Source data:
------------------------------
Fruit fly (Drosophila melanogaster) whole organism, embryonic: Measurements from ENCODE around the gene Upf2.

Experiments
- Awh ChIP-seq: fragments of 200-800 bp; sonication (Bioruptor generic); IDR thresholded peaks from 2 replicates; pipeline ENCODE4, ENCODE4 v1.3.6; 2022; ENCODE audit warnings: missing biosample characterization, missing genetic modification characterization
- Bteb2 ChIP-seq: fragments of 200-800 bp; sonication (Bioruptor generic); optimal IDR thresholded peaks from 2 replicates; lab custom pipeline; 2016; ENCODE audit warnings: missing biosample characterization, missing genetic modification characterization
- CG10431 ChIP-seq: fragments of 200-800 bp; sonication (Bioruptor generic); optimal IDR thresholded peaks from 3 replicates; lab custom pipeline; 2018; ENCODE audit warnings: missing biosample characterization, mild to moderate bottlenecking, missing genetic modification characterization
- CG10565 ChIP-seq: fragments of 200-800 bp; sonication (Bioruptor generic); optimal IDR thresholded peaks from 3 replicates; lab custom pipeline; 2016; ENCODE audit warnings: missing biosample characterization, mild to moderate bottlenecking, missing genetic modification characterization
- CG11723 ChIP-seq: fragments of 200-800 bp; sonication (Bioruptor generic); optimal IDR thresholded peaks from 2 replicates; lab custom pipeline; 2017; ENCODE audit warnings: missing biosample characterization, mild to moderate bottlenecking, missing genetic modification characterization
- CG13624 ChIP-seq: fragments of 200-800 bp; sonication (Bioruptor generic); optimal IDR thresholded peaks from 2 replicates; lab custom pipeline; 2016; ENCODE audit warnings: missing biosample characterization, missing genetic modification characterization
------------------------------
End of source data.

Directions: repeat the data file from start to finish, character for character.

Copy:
Fruit fly (Drosophila melanogaster) whole organism, embryonic: Measurements from ENCODE around the gene Upf2.

Experiments
- Awh ChIP-seq: fragments of 200-800 bp; sonication (Bioruptor generic); IDR thresholded peaks from 2 replicates; pipeline ENCODE4, ENCODE4 v1.3.6; 2022; ENCODE audit warnings: missing biosample characterization, missing genetic modification characterization
- Bteb2 ChIP-seq: fragments of 200-800 bp; sonication (Bioruptor generic); optimal IDR thresholded peaks from 2 replicates; lab custom pipeline; 2016; ENCODE audit warnings: missing biosample characterization, missing genetic modification characterization
- CG10431 ChIP-seq: fragments of 200-800 bp; sonication (Bioruptor generic); optimal IDR thresholded peaks from 3 replicates; lab custom pipeline; 2018; ENCODE audit warnings: missing biosample characterization, mild to moderate bottlenecking, missing genetic modification characterization
- CG10565 ChIP-seq: fragments of 200-800 bp; sonication (Bioruptor generic); optimal IDR thresholded peaks from 3 replicates; lab custom pipeline; 2016; ENCODE audit warnings: missing biosample characterization, mild to moderate bottlenecking, missing genetic modification characterization
- CG11723 ChIP-seq: fragments of 200-800 bp; sonication (Bioruptor generic); optimal IDR thresholded peaks from 2 replicates; lab custom pipeline; 2017; ENCODE audit warnings: missing biosample characterization, mild to moderate bottlenecking, missing genetic modification characterization
- CG13624 ChIP-seq: fragments of 200-800 bp; sonication (Bioruptor generic); optimal IDR thresholded peaks from 2 replicates; lab custom pipeline; 2016; ENCODE audit warnings: missing biosample characterization, missing genetic modification characterization